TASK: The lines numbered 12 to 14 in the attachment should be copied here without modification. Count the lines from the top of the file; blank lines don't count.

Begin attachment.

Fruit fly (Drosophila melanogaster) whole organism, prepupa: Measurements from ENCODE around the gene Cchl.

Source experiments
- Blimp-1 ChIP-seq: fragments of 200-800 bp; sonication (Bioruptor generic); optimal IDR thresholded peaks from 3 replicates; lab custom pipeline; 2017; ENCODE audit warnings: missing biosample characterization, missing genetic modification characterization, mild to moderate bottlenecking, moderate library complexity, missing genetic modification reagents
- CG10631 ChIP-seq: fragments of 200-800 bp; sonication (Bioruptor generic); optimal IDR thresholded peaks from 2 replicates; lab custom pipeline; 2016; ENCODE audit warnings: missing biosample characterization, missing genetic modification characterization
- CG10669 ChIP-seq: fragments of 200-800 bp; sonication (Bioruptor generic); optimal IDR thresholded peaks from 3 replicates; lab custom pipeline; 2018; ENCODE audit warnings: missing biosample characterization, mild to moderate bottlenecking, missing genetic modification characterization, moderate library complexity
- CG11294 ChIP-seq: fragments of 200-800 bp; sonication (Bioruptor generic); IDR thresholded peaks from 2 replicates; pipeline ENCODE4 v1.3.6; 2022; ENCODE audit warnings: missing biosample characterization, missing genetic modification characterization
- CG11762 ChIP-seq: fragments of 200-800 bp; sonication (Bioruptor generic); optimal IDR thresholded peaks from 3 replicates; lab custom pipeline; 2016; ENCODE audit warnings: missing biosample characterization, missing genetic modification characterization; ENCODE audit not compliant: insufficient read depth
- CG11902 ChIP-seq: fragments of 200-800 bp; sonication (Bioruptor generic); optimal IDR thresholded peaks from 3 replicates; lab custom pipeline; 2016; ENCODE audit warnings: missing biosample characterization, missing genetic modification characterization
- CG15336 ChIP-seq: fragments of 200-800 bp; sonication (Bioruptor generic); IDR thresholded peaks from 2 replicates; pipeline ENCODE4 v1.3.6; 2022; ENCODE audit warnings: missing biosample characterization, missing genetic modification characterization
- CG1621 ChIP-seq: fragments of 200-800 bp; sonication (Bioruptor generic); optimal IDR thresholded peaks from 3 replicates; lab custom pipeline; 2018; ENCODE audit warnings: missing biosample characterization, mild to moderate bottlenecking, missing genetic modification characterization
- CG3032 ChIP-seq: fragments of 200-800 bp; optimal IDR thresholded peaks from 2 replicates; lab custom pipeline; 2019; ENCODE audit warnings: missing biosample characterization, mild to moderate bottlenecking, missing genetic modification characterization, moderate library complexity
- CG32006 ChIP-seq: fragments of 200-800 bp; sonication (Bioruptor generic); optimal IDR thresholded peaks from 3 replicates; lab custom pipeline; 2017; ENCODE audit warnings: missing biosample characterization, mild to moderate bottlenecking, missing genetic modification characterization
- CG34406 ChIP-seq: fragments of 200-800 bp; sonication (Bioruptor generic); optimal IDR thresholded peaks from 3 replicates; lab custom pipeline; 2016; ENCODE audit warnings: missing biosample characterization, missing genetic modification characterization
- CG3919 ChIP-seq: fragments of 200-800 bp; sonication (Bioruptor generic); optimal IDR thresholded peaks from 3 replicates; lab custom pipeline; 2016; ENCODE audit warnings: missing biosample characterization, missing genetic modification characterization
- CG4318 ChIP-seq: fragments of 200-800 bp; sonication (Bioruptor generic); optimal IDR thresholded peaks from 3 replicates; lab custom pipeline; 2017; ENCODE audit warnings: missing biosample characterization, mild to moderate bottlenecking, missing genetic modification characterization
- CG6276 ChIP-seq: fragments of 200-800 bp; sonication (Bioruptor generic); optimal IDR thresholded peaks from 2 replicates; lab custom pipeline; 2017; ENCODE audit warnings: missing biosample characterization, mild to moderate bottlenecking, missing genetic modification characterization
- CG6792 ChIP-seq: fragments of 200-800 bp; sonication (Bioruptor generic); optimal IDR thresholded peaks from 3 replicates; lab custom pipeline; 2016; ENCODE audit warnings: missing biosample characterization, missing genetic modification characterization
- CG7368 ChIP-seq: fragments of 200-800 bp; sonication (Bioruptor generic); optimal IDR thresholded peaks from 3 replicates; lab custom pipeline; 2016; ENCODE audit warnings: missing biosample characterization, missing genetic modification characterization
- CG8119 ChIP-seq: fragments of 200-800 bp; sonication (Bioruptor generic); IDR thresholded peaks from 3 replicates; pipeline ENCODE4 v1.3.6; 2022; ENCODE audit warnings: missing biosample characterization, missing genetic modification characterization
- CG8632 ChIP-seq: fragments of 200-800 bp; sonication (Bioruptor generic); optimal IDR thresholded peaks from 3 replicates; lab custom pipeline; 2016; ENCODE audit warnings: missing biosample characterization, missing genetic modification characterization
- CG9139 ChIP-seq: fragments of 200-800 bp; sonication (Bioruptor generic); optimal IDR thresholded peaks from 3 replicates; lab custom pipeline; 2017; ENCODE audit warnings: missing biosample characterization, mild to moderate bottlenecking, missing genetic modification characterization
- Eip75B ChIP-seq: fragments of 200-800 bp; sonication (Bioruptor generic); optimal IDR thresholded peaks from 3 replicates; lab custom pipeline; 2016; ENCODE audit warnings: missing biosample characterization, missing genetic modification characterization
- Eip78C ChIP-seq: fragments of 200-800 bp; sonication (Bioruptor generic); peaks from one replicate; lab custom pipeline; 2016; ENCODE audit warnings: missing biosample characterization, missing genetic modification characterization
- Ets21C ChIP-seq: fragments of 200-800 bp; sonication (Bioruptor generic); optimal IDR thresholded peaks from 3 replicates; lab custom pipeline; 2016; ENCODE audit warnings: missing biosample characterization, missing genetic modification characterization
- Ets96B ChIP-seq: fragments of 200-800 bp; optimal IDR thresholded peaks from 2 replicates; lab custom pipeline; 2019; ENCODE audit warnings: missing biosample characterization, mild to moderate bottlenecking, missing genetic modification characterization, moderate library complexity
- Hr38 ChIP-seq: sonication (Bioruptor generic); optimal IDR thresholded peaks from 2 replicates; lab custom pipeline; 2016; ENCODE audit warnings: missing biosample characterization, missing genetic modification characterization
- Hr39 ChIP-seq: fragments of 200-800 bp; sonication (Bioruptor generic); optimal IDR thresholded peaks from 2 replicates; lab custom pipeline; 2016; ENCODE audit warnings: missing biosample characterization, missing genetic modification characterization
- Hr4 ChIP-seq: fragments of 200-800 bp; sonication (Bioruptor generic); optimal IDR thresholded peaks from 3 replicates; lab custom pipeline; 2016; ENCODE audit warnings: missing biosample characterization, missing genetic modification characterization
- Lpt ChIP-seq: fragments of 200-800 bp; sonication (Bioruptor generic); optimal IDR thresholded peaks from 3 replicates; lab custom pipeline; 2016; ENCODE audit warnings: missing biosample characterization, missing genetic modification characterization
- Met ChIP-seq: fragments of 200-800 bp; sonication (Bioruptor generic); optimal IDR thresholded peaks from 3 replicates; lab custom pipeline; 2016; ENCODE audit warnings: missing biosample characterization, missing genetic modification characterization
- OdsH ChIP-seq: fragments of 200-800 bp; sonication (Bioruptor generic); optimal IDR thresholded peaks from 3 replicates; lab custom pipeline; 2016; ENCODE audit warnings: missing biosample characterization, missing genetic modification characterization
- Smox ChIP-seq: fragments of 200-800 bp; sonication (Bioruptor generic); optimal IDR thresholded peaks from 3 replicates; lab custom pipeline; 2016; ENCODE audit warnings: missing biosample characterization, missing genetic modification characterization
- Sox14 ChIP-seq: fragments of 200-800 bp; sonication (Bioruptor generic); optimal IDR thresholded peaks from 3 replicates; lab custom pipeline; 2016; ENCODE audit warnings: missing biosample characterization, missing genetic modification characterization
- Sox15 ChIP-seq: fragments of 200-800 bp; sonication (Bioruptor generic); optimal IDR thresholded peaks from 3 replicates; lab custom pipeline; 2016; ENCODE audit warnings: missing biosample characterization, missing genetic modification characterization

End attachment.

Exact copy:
- CG32006 ChIP-seq: fragments of 200-800 bp; sonication (Bioruptor generic); optimal IDR thresholded peaks from 3 replicates; lab custom pipeline; 2017; ENCODE audit warnings: missing biosample characterization, mild to moderate bottlenecking, missing genetic modification characterization
- CG34406 ChIP-seq: fragments of 200-800 bp; sonication (Bioruptor generic); optimal IDR thresholded peaks from 3 replicates; lab custom pipeline; 2016; ENCODE audit warnings: missing biosample characterization, missing genetic modification characterization
- CG3919 ChIP-seq: fragments of 200-800 bp; sonication (Bioruptor generic); optimal IDR thresholded peaks from 3 replicates; lab custom pipeline; 2016; ENCODE audit warnings: missing biosample characterization, missing genetic modification characterization